2014 Forecast: Leggett the key in making Clemson TEs a weapon again

Clemson tight end Jordan Leggett, right, runs after catching a pass as linebacker Tony Steward defends during the Tigers' NCAA college football spring football game at Memorial Stadium in Clemson, S.C. on Saturday, Apr. 12, 2014. (AP Photo/Anderson Independent-Mail, Mark Crammer)

Photo by Mark Crammer

Clemson tight end Jordan Leggett, right, runs after catching a pass as linebacker Tony Steward defends during the Tigers' NCAA college football spring football game at Memorial Stadium in Clemson, S.C. on Saturday, Apr. 12, 2014. (AP Photo/Anderson Independent-Mail, Mark Crammer)

Tight end is perhaps one of the more intriguing positions to forecast in 2014. The three headed monster of Sam Cooper, Jordan Leggett and Stanton Seckinger offer a little bit of everything in three different body types as they are symmetrically listed on the depth chart as 6’6 250, 6’5 240 and 6’4 230 respectively…

My operating philosophy on the numbers below is that Cooper plays the role of the blocker, Leggett takes snaps from Seckinger as he develops consistency and grows into a veteran player and Seckinger plays an important, but reduced role.

It’s natural to assume that as a player moves through his career his statistics will improve each year. In reality, I believe Seckinger saw more time than expected last season because of Leggett’s injury and suspension.

While Seckinger is probably the “safer” option, an offense that loses an all-time great quarterback, explosive running back and two wide receivers is going to be looking for playmakers. Out of this group, that’s Jordan Leggett.

The question is has Leggett matured and embraced the role? - Marty Coleman

Marty Coleman - SeldomUsedReserve.com

Jordan Leggett

Breakout Season (12 games): 35 receptions, 525 yards, 6 TDs

Bust: 15 receptions, 175 yards, 1 TD

2014 Outlook: 19 receptions, 278 yards, 3 TDs

Stanton Seckinger

Breakout Season (12 games): 30 receptions, 400 yards, 6 TDs

Bust: 10 receptions, 112 yards, 1 TD

2014 Outlook: 14 receptions, 155 yards, 3 TDs

Sam Cooper

Breakout Season (12 games): 20 receptions, 168 yards, 3 TDs

Bust: 4 receptions, 40 yards, 0 TD

2014 Outlook: 7 receptions, 68 yards, 1 TD

For more analysis on the Clemson TEs and the rest in this series, check out SeldomUsedReserve.com.

Brandon Rink – OrangeandWhite.com

I’m bullish on the Tiger tight ends in 2014, but I have the roles pegged pretty much the same as Marty.

Leggett has shown glimpses of what he can do and has made a point to say his attitude has matured from points last season where he didn’t exactly take advantage of his early enrollee status.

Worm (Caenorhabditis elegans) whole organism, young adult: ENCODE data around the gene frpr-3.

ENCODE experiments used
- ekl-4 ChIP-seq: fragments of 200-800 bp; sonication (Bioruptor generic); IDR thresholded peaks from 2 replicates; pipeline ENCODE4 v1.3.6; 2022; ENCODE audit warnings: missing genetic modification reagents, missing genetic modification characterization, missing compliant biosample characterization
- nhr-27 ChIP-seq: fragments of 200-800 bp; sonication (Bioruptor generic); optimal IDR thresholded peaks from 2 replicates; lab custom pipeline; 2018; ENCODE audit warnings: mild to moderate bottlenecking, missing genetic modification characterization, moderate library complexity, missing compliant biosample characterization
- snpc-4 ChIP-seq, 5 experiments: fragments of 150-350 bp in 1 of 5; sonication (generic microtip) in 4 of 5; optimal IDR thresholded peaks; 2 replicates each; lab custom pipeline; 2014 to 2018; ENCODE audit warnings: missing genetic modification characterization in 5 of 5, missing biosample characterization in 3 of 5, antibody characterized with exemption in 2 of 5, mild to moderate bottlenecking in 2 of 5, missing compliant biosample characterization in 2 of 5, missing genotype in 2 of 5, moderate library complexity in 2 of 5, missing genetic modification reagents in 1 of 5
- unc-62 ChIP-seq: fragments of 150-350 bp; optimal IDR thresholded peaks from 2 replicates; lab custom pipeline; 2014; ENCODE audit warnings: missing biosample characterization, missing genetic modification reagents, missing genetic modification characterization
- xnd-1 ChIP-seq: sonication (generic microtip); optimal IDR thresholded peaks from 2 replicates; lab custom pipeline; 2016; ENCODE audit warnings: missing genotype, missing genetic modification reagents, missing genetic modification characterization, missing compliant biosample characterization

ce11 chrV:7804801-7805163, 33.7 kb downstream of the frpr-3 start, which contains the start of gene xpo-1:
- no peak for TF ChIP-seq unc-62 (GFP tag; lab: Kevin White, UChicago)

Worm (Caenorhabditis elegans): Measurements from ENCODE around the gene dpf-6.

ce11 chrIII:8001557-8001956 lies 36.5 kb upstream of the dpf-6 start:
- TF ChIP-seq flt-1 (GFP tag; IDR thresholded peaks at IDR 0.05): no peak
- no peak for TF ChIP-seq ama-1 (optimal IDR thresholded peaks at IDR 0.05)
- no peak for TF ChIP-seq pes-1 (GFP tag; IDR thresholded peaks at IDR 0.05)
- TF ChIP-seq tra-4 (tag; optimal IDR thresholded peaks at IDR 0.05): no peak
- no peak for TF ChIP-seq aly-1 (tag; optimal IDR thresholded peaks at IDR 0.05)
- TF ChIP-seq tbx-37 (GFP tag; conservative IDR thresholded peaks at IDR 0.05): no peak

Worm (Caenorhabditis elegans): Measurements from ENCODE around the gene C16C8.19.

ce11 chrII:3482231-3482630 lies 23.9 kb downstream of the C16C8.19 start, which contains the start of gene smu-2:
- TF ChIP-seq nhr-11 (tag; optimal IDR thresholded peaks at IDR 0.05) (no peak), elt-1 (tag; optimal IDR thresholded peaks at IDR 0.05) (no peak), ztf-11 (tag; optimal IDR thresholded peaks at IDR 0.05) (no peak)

In the spring game – yes, a spring game still – he paced Clemson’s receiving corps with seven catches for 59 yards and a touchdown working with heir-apparent quarterback Cole Stoudt. Stoudt will be looking for the big target down the field early and often and Leggett’s size and athleticism makes him every bit the nightmare matchup.

A proven contributor, Stanton Seckinger won’t go away either, which is why I have a career-high in catches for both this season.

Cooper may surprise and mold into a reliable target, but with Leggett and Seckinger better receiving TEs, it makes sense to have him in more run-oriented packages, therefore keeping his catches and yards low.

Overall, Clemson’s tight ends best the unit’s production in the 2011 season, where Dwayne Allen earned Mackey Award honors with 598 yards and eight scores

Jordan Leggett

Breakout Season (12 games): 40 catches – 650 yards – 6 TDs

Bust: 9 catches – 117 yards – 2 TDs

2014 Outlook: 27 catches – 380 yards – 5 TDs

Stanton Seckinger

Breakout Season (12 games): 40 catches – 600 yards – 7 TDs

Bust: 7 catches – 77 yards – 1 TD

2014 Outlook: 24 catches – 312 yards – 2 TDs

Sam Cooper

Breakout Season (12 games): 25 catches – 350 yards – 5 TDs

Bust: 5 catches – 55 yards

2014 Outlook: 10 catches – 90 yards – 1 TD

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Comments » 4

TigerFan95 writes:

Brandon,
One guy you left out is Jay Jay McCullough. The kid reminds me of a young Dwayne Allen. How do think he'll figure in the mix this year? I personally think he may end up being the best of the group by season's end.

BrandonRink writes:

in response to TigerFan95:

Brandon,
One guy you left out is Jay Jay McCullough. The kid reminds me of a young Dwayne Allen. How do think he'll figure in the mix this year? I personally think he may end up being the best of the group by season's end.

Left him out just because he wasn't on the depth chart... It's weird, they've experimented with him as a running back at some point last year and he actually reeled off some impressive runs in garbage time. I don't know if he's going to be more of an H-back like Darrell Smith was, but getting a look at some carries. He may be competing with Kurt Fleming that way.

He's just a hard evaluation because we really haven't seen him catching passes yet.

TigerNE writes:

A key factor for me is that Stoudt and Leggett are best buds - tight if you follow their social media posts. It seems like they work out and practice practically every day. So Leggett might get some preferred status from Stoudt's arm whenever possible.

No doubt they will be very familiar with each other on the field. May have the same thing that Boyd and Watkins had where Stoudt can read every non-verbal from Leggett.

seldomusedreserve#284867 writes:

I also found myself wondering about McCollough. I believe that display of running ability came late in a blow out against The Citadel, but still showed athleticism and versatility.

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